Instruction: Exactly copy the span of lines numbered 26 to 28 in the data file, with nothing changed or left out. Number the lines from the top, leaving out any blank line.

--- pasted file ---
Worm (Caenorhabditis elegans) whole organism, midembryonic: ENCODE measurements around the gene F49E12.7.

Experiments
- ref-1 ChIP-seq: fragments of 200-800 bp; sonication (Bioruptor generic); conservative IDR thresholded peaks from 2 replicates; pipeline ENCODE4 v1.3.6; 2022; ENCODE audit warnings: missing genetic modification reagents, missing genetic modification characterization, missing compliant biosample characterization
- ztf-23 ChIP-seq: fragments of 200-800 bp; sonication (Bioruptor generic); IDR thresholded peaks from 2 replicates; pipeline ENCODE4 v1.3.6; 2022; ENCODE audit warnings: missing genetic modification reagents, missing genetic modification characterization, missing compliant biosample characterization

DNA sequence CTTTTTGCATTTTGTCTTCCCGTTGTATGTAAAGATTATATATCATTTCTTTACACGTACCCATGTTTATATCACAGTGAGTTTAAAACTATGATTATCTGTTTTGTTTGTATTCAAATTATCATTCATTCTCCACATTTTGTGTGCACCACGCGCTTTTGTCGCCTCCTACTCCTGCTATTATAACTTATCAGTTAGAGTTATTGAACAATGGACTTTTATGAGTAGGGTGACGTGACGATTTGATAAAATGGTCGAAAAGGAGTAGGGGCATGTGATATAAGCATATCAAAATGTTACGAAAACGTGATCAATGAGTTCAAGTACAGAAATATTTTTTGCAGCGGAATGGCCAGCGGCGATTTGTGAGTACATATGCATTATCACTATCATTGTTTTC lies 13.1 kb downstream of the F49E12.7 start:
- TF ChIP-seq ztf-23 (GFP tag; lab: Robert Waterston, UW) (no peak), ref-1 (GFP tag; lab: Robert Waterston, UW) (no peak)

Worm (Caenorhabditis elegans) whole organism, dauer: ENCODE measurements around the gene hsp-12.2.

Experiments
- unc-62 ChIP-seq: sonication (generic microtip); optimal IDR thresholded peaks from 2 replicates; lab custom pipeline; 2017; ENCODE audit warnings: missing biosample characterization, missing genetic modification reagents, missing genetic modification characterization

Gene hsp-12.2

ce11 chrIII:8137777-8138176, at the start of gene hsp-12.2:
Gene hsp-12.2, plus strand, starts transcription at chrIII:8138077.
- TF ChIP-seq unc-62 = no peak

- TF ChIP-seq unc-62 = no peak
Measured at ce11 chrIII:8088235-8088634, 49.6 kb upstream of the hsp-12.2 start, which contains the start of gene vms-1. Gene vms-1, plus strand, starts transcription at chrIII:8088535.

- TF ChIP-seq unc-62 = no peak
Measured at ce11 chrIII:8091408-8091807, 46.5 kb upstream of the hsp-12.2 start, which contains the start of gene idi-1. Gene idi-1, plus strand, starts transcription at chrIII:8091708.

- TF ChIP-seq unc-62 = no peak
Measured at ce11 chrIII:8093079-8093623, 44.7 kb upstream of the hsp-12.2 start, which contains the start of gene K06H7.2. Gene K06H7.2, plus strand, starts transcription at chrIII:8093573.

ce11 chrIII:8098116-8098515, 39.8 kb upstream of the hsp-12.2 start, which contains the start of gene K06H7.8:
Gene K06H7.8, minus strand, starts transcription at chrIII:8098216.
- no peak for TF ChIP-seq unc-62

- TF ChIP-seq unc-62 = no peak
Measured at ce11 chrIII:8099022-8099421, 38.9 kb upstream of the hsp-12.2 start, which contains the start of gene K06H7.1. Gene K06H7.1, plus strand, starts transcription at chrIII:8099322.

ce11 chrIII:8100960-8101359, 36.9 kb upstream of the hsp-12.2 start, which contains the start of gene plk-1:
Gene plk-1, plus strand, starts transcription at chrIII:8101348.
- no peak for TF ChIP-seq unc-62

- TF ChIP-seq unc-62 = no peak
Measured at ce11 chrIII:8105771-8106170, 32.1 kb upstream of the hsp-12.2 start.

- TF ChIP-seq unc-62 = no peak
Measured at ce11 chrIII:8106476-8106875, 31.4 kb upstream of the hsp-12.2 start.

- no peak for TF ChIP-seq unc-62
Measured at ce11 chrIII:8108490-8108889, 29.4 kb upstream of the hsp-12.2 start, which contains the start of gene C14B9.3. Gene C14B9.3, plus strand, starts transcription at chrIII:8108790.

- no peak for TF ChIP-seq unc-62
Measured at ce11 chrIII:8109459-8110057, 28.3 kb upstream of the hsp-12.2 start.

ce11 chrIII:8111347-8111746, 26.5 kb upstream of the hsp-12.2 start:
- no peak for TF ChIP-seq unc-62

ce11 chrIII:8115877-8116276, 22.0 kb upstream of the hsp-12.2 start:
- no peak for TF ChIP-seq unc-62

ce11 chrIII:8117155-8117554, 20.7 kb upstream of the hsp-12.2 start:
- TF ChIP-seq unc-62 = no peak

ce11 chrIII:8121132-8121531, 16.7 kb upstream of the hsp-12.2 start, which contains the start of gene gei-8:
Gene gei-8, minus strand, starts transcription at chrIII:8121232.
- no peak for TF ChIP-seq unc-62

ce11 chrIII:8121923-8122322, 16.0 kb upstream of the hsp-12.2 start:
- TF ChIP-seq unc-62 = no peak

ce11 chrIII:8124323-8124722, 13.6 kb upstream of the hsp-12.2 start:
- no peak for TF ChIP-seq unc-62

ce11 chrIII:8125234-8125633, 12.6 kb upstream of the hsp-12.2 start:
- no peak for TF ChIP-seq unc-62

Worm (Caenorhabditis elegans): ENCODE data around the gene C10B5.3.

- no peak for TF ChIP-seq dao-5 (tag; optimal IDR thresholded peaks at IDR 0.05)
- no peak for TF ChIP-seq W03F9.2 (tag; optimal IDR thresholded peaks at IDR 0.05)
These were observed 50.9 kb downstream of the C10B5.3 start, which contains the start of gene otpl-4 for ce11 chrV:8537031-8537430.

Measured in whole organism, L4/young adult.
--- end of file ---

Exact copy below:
Gene plk-1, plus strand, starts transcription at chrIII:8101348.
- no peak for TF ChIP-seq unc-62

- TF ChIP-seq unc-62 = no peak